You won't be able to use the tape out connectors because they are not controlled by the amp's volume control. I would use a speaker switch box that will handle the impedance issue.
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Tape outputs cannot be used to drive speakers, because they can't supply significant power (and also because the volume at tape outputs is not controlled by the volume control). And depending on the design of the amp it is possible that it could be damaged if speakers are connected to those outputs.
There is no direct relation between the 4 ohm and 8 ohm impedances and the volume level. It depends on the sensitivity or efficiency of the particular speaker (i.e., the sound pressure level (spl) the speaker produces in response to a given input voltage or power level). For a given input voltage, a 4 ohm speaker will draw twice as much power as an 8 ohm speaker, but that does not mean twice the volume. Based on a quick check, it appears that your two speakers have roughly comparable efficiencies. I believe it's "JMLab Micron Carat," btw, not "JBL Micron Carat."
I don't think that there is a good way of connecting all three speakers to the Creek 4330 if you want to have them all playing at once. There are some references on the web to the 4330 being able to drive 1 ohm loads briefly, but these instructions from Creek state "not recommended for use into more than two pairs of 8 ohm loudspeakers."
If you don't want to play the speakers simultaneously, get a switch box as Sfar suggested. If you do want to play them all at once, I think that the best approach would be to purchase a separate power amplifier, drive it from the pre-out (not tape out) connections of the Creek, and either use it to power the 4 ohm speaker while using the Creek to power the two 8 ohm speakers in parallel, or vice versa.
Some comments on other possible connection arrangements: Series connection of the 4 ohm speaker with either or both of the 8 ohm speakers would resolve the impedance problem, but would probably affect sonics adversely (series connection of dissimilar speakers will result in compromised sonics, unless their impedance vs. frequency characteristics happen to be similar). Series connection of the 8 ohm speakers with each other, with the 4 ohm speaker in parallel with that combination, MIGHT work in a semi-reasonable manner, but would probably be marginal in terms of both the overall impedance (nominally 3.2 ohms) and the volume level that could be attained on the series-connected 8 ohm speakers.
Thanks, I think I understood. Sorry about the error re: JM Lab vs. JBL but yes, they're JM Labs Micron Carats.
I do want to play all simultaneously so I'll leave the JM Lab's directly connected to the Creek, purchase a separate power amplifier and drive the Energy speakers in series from that.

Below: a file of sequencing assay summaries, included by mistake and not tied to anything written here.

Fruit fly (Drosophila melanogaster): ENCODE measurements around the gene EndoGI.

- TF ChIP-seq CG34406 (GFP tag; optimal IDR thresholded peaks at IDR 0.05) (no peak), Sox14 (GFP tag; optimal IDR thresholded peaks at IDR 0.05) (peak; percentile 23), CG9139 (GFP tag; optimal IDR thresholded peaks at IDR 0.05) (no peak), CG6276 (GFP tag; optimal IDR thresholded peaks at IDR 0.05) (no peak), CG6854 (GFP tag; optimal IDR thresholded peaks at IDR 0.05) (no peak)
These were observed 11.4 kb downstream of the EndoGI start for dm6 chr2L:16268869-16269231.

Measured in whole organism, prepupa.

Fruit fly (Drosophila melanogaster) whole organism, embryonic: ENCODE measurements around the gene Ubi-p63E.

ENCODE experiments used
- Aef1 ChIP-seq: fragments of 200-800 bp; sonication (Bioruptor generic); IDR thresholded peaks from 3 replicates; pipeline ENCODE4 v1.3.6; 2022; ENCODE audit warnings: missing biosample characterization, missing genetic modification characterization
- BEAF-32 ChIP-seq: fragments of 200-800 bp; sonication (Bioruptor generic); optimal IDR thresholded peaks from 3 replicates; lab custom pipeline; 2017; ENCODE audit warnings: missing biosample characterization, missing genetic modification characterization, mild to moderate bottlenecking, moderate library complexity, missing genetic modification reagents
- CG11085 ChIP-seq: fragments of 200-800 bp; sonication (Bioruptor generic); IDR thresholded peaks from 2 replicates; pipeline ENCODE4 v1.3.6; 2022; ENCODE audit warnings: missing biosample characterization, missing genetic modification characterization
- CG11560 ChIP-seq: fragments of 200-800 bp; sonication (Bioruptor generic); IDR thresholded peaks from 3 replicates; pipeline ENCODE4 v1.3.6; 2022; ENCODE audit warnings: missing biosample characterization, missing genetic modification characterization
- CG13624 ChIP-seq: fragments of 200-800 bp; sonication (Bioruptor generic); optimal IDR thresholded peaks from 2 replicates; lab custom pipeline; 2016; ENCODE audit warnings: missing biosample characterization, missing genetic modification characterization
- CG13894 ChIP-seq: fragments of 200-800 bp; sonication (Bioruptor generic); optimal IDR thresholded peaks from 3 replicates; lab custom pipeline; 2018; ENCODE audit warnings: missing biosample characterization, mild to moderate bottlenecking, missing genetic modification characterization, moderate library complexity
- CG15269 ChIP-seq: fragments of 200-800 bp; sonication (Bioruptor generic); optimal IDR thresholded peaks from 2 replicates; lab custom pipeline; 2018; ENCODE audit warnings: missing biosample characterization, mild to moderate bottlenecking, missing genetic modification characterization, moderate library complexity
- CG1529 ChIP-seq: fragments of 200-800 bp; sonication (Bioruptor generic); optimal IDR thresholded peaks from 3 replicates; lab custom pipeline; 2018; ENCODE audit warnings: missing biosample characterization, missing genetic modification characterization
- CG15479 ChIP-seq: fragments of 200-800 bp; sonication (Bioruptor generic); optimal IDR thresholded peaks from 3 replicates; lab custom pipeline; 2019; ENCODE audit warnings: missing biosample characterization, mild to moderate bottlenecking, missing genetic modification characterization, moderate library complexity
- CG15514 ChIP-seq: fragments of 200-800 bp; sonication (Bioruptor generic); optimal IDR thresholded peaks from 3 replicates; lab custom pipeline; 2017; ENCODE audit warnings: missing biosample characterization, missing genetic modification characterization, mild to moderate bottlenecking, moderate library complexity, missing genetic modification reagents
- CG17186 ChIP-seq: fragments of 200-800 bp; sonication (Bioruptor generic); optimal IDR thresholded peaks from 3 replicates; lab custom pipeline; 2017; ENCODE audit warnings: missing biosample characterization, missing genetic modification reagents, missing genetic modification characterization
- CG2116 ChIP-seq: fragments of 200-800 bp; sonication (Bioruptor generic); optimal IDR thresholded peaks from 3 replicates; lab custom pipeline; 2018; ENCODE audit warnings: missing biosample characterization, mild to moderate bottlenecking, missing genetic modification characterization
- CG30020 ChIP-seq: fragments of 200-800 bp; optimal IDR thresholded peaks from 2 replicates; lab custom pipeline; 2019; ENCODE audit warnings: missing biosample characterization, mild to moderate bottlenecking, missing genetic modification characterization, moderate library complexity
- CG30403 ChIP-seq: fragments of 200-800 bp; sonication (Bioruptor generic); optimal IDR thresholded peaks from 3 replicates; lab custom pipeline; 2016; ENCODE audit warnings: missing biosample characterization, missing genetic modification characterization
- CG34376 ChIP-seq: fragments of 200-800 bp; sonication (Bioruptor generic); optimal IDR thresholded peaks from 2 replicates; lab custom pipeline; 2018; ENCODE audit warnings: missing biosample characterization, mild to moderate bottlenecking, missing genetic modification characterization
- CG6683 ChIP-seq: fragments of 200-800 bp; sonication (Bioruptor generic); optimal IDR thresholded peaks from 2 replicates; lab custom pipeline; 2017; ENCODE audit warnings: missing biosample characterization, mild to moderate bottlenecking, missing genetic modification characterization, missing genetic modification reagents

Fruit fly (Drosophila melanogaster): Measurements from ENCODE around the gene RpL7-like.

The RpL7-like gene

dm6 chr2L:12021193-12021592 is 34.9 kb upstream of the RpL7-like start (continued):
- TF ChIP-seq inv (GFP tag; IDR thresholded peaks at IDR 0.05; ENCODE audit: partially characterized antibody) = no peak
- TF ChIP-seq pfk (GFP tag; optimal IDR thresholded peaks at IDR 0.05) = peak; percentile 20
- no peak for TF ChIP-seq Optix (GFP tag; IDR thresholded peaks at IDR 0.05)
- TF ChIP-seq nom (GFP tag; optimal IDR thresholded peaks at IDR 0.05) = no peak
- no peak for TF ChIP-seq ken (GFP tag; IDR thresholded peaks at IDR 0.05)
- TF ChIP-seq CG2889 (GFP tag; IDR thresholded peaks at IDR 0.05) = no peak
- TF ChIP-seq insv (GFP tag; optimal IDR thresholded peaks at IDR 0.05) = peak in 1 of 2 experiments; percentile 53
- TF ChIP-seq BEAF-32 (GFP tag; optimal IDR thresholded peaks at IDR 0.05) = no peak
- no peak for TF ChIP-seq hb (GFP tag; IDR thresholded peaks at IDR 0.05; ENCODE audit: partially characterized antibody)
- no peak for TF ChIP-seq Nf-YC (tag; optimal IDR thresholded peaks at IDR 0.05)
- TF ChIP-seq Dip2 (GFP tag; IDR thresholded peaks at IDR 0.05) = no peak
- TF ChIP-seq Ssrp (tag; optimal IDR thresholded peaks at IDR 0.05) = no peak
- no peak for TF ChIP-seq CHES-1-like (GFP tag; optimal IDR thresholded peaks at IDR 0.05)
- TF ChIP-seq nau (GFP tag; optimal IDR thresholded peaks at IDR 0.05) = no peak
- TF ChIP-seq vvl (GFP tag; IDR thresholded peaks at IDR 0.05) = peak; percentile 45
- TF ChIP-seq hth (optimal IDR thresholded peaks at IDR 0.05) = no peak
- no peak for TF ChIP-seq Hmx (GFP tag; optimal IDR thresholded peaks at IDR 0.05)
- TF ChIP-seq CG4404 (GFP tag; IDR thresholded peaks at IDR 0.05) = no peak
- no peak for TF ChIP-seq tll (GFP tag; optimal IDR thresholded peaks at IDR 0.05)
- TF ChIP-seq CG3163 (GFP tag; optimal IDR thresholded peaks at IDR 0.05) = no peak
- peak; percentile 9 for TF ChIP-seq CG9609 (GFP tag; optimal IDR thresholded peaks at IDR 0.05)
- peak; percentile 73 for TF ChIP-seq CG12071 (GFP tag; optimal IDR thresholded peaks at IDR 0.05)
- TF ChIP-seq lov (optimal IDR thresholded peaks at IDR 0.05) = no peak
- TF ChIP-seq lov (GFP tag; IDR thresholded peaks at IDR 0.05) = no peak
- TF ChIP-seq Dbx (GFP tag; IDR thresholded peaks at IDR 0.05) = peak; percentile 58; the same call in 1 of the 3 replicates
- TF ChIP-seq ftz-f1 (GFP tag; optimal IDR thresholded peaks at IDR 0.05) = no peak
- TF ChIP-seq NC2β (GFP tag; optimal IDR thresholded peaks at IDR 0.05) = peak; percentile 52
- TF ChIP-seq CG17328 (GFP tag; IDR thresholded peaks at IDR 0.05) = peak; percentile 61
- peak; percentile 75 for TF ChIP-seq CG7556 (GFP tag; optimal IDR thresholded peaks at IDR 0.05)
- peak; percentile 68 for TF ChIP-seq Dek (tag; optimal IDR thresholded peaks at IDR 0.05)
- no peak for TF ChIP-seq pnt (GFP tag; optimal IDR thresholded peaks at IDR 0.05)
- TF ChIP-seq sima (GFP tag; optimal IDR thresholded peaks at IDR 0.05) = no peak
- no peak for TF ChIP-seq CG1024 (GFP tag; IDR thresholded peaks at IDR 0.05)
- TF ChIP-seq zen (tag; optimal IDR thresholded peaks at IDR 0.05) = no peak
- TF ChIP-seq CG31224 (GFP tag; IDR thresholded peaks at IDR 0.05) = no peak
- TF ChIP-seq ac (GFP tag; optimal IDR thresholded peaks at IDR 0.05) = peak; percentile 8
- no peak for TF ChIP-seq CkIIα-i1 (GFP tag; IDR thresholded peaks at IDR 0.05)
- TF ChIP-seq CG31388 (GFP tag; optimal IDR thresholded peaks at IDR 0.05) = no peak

Any budget conscious recommendations?
Any budget conscious recommendations?The AudioSource AMP-100 looks interesting, for a very low price, although I have no particular familiarity with it. It includes a volume control, which would allow you to adjust the relationship between the volume of the speakers it is powering and the volume of the other speaker. Here are links to the manual and manufacturer's description.
... purchase a separate power amplifier and drive the Energy speakers in series from that.That amp is rated to drive 4 ohms, corresponding to two 8 ohm speakers in parallel. It's hard to predict how well it would handle driving the two Energy speakers in parallel, in part because the range of frequencies at which they dip to their 4 ohm minimum (which would be 2 ohms for the parallel combination) is not specified. It might be worth trying the parallel connection, though. A series connection would in effect convert the 50 watt amp into approximately a 12.5 watt amp as far as each speaker is concerned, since each speaker would see only half of the voltage the amp is supplying (1/2 voltage = 1/4 power). The amp is rated to supply 61 watts into 4 ohms, or 30.5 watts into each of the speakers if they are paralleled.
If you try the parallel connection, listen for signs of distortion on musical peaks, especially on drum beats and other high volume bass notes.
The specs on the 102 suggest that it doesn't have much more current capability than the 100, and the 100 seems to be much more popular, having far more user comments at Amazon (mostly favorable). So I would go with the 100. I suspect it will do fine, especially considering the modest volume requirement.
I think the extra amp with its own volume control like mentioned, would be the best solution for your setup.
I personally haven't heard these myself. The model 100 seems to have been around for a long time, and seems to be liked. The model 102 is similar, but a little more power, and new clipping lights. I don't know how long the 102 has been around. I wouldn't know what model to choose myself, except I like the model 100's record.